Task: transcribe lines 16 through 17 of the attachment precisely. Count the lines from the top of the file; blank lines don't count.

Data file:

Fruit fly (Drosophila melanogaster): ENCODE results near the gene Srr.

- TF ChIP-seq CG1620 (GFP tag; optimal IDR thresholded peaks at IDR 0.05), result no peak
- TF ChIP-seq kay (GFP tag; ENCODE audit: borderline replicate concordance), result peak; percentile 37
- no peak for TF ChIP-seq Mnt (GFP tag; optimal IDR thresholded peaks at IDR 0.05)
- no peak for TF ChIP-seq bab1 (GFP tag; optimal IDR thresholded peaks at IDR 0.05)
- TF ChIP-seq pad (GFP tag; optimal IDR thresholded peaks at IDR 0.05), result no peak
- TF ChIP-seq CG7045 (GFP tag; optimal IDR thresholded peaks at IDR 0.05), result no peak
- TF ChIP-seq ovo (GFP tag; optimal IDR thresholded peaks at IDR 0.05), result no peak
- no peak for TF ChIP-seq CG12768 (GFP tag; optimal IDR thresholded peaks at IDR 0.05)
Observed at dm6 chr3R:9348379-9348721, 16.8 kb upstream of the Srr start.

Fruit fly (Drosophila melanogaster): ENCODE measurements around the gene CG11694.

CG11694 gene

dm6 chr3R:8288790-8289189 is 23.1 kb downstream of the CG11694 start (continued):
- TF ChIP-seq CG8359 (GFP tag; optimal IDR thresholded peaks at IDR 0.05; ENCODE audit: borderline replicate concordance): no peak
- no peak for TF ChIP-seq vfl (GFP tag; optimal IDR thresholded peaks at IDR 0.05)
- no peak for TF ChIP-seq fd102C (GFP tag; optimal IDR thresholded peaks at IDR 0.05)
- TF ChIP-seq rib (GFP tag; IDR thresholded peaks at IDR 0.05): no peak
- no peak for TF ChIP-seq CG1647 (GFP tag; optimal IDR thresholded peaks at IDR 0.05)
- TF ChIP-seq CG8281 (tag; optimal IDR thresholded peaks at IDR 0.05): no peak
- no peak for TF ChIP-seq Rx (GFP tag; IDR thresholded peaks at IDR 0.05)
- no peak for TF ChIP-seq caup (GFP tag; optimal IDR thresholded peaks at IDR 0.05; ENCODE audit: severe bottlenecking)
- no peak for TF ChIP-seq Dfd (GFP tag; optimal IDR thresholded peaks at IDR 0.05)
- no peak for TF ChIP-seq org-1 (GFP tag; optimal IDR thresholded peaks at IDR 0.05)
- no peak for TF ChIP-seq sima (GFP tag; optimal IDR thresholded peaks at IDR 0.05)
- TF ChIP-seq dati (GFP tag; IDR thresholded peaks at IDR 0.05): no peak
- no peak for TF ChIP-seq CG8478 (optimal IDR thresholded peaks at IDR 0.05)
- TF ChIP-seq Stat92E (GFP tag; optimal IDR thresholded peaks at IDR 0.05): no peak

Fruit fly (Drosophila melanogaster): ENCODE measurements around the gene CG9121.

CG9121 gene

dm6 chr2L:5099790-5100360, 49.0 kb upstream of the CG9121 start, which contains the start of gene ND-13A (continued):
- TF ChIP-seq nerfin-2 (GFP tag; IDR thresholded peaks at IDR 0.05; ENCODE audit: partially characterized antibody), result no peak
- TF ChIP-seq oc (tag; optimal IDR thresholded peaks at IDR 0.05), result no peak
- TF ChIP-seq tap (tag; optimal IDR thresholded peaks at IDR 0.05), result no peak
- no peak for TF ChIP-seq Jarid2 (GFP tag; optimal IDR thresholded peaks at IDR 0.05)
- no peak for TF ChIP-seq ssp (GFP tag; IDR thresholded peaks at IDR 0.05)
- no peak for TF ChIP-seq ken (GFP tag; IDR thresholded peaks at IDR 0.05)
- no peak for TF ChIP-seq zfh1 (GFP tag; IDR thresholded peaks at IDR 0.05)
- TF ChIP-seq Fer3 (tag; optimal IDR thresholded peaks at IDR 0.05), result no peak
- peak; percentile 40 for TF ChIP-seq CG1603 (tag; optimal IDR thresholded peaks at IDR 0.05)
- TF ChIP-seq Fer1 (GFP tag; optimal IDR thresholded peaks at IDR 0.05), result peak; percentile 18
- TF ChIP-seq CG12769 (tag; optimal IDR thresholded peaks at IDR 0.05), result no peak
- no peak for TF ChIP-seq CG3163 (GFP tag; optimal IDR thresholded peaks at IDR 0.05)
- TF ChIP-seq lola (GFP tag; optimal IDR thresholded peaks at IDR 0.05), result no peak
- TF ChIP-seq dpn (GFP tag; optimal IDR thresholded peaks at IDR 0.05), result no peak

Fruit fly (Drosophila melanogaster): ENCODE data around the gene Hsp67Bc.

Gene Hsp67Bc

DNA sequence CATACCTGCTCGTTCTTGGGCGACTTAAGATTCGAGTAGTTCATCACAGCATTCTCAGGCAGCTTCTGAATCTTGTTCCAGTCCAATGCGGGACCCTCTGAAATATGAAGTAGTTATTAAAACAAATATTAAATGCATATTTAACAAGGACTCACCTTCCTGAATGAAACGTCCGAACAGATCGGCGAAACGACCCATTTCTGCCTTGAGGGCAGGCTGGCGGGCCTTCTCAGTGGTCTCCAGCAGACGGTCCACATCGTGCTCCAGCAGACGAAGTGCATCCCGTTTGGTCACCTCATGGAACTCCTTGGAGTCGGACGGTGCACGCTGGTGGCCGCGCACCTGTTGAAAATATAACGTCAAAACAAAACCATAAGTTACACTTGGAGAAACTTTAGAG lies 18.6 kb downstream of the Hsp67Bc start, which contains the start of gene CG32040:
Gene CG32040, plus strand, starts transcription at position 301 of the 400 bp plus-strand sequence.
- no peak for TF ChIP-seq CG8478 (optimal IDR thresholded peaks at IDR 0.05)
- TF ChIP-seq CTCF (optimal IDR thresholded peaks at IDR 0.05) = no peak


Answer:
- no peak for TF ChIP-seq fd102C (GFP tag; optimal IDR thresholded peaks at IDR 0.05)
- TF ChIP-seq rib (GFP tag; IDR thresholded peaks at IDR 0.05): no peak